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Symptom sorter – abnormal movements

Symptom sorter – abnormal movements

The GP overview

This is an infrequent cause for attendance – although the public is becoming increasingly aware of conditions such as restless legs syndrome (RLS) and Tourette’s, and their treatments. Obvious generalised seizures and tremor are not considered in this chapter but are covered elsewhere.

Differential diagnosis


  • RLS.
  • Myokymia (affecting orbicularis oculi muscles).
  • Drug induced – including choreoathetosis, dystonias, tardive dyskinesias and akathisia (drugs include L-dopa, tricyclic antidepressants, metoclopramide and antipsychotics).
  • Tourette’s.
  • Simple partial seizures.


  • Anxiety/nervous tic (common, but rarely presented to the GP).
  • Muscle fasciculation (for example, benign fasciculation, motor neurone disease).
  • Simple childhood tics (common, but infrequently presented).
  • Dystonias (for example, writer’s cramp, blepharospasm, spasmodic torticollis).
  • Period leg movements during sleep.


  • Myoclonus.
  • Chorea (Sydenham’s, Huntington’s).
  • Wilson’s disease.
  • Hemiballismus (e.g. post stroke).
  • Hysterical.

Ready reckoner

RLS Myokymia Drug induced Tourette’s Simple partial seizures
Worse at rest Yes Possible No No No
Patient on medication Possible Possible Yes Possible Possible
Whole limb affected Yes No Possible Possible Possible
Other neurological signs No No No No Possible
Childhood onset No No Possible Yes Possible

Possible investigations


FBC, U&E, ferritin, B12, folate, TFT, fasting glucose or HbA1c, calcium.


CT/MRI of brain or spinal cord, EEG, EMG, nerve conduction studies.

Small print

Other specialised tests (e.g. for myoclonus and Huntington’s).

FBC, ferritin – to assess for iron deficiency in RLS.

U&E – renal failure is a potential cause of RLS and can be implicated in partial seizures.

B12, folate – deficiencies may cause or mimic RLS.

TFT – hypothyroidism may cause RLS.

Fasting glucose or HbA1c – diabetes may cause RLS or partial seizures.

Calcium – hypocalcaemia may be implicated in seizures.

CT/MRI of brain or spinal cord – may be required in investigation of fasciculation and seizures (usually arranged after specialist referral).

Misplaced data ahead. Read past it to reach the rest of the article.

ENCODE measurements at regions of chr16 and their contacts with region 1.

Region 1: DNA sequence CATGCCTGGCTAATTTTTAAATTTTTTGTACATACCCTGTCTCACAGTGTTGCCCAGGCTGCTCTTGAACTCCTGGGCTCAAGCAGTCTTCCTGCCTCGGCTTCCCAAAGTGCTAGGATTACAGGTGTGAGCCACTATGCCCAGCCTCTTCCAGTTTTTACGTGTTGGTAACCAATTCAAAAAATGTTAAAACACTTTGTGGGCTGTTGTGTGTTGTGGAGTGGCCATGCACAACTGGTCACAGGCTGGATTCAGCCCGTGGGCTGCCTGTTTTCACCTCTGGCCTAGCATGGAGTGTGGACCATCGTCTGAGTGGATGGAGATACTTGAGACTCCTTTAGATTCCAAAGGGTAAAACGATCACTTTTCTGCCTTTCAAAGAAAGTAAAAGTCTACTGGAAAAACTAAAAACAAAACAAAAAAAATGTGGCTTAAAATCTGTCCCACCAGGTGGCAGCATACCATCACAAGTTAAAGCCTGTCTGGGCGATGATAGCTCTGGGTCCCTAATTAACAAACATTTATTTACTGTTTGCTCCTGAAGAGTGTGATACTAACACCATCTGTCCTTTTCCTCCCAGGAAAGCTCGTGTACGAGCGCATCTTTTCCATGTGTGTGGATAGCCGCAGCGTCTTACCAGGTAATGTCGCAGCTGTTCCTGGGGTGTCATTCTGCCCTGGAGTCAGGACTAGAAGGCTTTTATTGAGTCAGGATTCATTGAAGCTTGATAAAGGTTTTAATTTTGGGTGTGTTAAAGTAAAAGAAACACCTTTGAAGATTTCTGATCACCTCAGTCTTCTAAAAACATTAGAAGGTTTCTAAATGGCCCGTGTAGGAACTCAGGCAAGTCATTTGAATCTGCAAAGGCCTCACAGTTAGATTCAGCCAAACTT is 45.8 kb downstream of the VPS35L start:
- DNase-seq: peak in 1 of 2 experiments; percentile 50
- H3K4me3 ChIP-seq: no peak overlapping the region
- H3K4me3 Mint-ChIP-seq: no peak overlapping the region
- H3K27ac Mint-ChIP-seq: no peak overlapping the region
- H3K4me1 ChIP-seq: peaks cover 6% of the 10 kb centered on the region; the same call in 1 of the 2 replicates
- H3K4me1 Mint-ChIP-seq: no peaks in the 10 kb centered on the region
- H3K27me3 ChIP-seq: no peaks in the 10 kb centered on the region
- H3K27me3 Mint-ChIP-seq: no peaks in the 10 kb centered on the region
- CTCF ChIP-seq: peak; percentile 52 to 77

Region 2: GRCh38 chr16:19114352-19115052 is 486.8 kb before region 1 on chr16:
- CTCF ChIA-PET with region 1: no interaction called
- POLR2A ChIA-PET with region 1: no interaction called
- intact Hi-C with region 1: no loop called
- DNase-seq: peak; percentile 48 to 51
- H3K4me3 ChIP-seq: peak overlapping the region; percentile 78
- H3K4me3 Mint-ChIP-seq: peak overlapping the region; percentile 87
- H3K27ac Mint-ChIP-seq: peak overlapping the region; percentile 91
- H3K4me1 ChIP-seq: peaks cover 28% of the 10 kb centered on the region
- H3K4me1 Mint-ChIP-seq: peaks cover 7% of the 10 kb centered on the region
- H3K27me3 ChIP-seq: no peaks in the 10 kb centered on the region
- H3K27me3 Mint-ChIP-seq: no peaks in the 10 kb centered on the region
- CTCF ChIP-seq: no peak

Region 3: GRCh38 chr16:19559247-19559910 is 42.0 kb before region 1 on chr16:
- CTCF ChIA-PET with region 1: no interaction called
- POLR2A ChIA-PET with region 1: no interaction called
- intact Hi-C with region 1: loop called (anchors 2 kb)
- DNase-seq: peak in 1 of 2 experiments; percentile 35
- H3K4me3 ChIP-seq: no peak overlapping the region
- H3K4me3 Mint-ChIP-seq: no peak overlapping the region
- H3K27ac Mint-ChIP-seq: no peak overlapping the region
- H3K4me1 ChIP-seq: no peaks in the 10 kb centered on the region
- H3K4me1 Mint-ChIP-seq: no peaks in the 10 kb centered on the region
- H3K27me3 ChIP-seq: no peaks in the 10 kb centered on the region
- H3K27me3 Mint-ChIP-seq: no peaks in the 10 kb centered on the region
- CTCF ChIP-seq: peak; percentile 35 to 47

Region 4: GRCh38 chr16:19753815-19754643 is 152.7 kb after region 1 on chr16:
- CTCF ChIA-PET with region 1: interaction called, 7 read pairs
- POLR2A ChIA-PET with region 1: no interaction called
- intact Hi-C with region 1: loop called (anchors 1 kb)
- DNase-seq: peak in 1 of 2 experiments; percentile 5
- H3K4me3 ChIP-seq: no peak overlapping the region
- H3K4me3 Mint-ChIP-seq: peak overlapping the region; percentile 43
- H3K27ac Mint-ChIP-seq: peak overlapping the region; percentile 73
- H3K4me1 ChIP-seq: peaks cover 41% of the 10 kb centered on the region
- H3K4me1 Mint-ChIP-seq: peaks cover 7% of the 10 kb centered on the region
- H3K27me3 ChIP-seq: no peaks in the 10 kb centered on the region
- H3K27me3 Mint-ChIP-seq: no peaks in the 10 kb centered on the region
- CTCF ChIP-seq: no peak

EEG – for investigation of seizures.

Other specialised tests – usually arranged by neurologist to explore the more obscure diagnoses such as Huntington’s chorea and Wilson’s disease.

Top tips

  • When faced with odd and otherwise inexplicable movements of recent onset in a patient, remember to take a drug history.
  • Bear in mind that abnormal movements can be caused by a drug that the patient has been taking for some time (for example, tardive dyskinesias).
  • Patients with myokymia sometimes become disproportionately anxious about the symptom, imagining all sorts of possible neurological catastrophes – they may need a lot of reassurance.

Red flags

  • Childhood tics tend to be single. The patient with the much more significant Tourette’s will probably have multiple tics.
  • Drug-induced dystonias may cause odd posturing and require prompt treatment. The diagnosis is easily overlooked – antipsychotics are common culprits, so it is easy to erroneously attribute the dystonia to psychiatric pathology.
  • Beware of the combination of personality changes and odd movements such as facial grimaces – this could be Huntington’s chorea. Also, don’t be misled by the lack of a positive family history – this background may have been concealed from the patient.

Dr Keith Hopcroft is a GP in Laindon, Essex.

Dr Vincent Forte is a GP in Gorleston, Norfolk.

The fifth edition of Symptom Sorter is available from Radcliffe Publishing for £34.99.

Symptom Sorter 5th edition


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